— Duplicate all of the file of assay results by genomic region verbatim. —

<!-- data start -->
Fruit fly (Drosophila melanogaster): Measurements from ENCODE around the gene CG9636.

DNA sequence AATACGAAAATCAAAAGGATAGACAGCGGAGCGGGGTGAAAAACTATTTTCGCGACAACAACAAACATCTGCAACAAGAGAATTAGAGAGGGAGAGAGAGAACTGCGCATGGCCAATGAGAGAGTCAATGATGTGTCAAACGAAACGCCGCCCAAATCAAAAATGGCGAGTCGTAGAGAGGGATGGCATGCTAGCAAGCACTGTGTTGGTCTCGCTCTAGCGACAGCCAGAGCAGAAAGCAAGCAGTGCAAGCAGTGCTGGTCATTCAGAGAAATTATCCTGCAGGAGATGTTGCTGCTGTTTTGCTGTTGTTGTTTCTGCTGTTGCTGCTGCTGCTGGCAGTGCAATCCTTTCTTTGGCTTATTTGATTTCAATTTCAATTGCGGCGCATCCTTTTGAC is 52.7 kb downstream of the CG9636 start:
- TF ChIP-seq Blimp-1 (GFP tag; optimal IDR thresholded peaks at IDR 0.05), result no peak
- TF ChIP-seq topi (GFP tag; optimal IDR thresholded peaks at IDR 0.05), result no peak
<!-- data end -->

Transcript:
Fruit fly (Drosophila melanogaster): Measurements from ENCODE around the gene CG9636.

DNA sequence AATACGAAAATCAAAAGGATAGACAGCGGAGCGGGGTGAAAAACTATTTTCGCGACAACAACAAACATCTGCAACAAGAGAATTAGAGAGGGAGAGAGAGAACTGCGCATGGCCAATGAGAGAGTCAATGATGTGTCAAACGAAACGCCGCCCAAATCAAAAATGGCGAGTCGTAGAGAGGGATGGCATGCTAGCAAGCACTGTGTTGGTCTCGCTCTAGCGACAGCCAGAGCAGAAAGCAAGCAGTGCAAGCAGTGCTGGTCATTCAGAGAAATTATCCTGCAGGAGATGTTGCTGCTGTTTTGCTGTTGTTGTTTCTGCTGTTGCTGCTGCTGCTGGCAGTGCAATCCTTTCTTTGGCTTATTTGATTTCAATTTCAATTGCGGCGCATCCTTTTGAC is 52.7 kb downstream of the CG9636 start:
- TF ChIP-seq Blimp-1 (GFP tag; optimal IDR thresholded peaks at IDR 0.05), result no peak
- TF ChIP-seq topi (GFP tag; optimal IDR thresholded peaks at IDR 0.05), result no peak